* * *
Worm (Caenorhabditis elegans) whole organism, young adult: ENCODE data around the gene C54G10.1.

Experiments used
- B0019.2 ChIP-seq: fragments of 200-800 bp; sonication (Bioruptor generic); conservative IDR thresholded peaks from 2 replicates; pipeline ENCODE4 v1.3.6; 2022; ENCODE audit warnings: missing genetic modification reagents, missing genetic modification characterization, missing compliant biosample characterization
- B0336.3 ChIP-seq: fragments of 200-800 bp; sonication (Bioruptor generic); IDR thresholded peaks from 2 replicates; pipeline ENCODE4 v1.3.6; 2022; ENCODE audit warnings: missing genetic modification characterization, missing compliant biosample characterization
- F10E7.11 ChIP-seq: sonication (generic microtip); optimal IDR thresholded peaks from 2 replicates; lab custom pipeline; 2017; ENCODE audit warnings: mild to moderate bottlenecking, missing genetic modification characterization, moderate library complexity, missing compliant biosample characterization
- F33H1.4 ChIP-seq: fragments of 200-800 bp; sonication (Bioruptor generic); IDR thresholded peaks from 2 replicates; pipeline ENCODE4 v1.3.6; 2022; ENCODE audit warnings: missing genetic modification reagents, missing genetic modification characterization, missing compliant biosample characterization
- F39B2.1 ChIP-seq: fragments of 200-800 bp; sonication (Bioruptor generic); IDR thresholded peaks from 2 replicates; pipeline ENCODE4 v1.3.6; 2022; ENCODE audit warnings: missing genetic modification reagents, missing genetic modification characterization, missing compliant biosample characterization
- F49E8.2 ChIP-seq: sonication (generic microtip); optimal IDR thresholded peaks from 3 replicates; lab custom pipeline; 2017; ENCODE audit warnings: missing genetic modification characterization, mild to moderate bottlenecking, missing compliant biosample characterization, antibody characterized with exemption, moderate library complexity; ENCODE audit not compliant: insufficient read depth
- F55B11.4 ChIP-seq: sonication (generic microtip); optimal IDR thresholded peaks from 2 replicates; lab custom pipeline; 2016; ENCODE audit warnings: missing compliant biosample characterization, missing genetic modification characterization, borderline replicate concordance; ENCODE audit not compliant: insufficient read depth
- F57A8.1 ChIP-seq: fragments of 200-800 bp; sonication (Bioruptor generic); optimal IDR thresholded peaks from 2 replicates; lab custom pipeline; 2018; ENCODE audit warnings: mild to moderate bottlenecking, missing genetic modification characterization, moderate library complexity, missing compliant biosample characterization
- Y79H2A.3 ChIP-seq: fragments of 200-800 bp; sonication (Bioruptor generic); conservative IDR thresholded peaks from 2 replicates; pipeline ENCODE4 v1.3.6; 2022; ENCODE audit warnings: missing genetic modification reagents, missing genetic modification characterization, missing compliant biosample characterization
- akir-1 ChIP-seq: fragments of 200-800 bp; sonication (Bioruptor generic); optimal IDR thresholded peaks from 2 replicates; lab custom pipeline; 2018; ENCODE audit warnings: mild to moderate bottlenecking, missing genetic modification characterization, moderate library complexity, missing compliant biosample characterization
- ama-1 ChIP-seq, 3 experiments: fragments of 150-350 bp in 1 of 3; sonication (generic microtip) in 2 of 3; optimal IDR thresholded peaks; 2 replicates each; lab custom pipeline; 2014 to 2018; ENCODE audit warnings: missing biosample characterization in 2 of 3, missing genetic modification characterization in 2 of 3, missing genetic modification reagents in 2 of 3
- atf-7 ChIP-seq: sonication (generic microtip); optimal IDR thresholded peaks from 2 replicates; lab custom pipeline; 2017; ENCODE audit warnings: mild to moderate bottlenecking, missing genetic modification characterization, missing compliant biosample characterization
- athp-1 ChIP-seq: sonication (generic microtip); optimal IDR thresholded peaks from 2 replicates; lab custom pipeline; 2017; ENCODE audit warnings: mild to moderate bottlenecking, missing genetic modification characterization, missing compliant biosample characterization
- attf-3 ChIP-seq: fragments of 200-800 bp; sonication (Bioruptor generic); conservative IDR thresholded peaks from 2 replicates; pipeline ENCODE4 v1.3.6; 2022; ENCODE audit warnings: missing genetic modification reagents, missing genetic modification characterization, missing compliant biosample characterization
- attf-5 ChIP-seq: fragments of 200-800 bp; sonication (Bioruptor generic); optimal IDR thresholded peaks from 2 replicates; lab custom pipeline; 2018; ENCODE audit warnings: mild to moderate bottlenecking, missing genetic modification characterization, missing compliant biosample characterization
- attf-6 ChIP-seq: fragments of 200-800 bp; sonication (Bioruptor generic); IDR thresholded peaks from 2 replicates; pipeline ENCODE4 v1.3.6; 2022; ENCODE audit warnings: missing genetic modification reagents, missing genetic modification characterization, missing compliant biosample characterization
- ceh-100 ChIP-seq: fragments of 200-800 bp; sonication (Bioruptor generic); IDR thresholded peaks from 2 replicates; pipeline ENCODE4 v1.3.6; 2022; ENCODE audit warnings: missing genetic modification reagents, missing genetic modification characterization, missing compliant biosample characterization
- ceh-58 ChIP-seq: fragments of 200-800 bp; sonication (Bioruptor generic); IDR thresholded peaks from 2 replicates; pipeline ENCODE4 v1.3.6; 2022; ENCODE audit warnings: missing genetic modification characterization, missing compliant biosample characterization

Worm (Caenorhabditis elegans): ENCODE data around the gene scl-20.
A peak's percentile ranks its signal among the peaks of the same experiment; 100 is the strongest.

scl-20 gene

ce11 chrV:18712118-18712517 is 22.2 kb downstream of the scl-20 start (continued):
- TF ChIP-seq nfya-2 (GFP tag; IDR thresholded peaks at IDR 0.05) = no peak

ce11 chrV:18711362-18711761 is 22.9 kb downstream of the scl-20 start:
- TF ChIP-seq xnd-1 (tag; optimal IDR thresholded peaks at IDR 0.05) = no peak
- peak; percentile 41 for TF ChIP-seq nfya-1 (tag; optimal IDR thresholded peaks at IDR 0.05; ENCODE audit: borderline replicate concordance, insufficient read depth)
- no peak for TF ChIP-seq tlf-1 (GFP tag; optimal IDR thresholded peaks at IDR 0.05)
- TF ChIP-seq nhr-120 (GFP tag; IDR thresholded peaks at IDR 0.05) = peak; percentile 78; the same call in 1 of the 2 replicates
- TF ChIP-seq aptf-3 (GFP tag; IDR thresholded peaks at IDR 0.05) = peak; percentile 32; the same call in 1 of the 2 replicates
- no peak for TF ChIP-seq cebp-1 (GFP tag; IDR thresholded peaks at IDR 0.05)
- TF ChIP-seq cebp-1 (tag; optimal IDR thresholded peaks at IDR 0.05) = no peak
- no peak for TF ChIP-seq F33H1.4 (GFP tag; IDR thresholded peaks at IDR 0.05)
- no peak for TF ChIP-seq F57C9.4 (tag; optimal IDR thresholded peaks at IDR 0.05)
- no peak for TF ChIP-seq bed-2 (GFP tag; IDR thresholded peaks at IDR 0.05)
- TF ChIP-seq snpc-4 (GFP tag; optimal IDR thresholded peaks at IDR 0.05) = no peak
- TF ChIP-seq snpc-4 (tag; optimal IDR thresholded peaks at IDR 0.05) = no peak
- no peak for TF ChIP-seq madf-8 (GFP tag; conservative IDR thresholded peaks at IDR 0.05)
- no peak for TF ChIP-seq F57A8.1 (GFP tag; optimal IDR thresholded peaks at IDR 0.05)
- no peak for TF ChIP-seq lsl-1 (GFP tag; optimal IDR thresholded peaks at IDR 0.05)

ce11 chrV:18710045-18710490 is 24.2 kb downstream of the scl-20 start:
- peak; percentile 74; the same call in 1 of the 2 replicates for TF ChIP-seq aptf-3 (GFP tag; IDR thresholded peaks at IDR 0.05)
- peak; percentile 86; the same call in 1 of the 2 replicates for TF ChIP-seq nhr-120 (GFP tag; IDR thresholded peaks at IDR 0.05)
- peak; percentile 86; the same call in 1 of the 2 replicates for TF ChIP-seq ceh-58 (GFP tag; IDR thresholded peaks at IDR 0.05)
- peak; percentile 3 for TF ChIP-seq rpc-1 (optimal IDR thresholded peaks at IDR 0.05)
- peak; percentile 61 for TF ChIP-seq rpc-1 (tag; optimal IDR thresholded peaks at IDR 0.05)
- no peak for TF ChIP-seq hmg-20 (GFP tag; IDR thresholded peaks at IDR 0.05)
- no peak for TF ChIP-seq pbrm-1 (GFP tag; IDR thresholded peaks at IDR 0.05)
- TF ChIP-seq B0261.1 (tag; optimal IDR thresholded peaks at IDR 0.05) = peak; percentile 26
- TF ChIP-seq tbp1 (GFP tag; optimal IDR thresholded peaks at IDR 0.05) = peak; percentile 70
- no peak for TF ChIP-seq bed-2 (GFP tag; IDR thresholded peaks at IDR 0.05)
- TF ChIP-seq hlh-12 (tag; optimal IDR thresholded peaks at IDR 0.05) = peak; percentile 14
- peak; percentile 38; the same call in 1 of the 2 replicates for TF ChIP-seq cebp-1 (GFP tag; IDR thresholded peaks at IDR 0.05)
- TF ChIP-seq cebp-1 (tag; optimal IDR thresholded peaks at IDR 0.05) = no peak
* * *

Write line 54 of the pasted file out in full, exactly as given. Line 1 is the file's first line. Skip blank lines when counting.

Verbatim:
- peak; percentile 38; the same call in 1 of the 2 replicates for TF ChIP-seq cebp-1 (GFP tag; IDR thresholded peaks at IDR 0.05)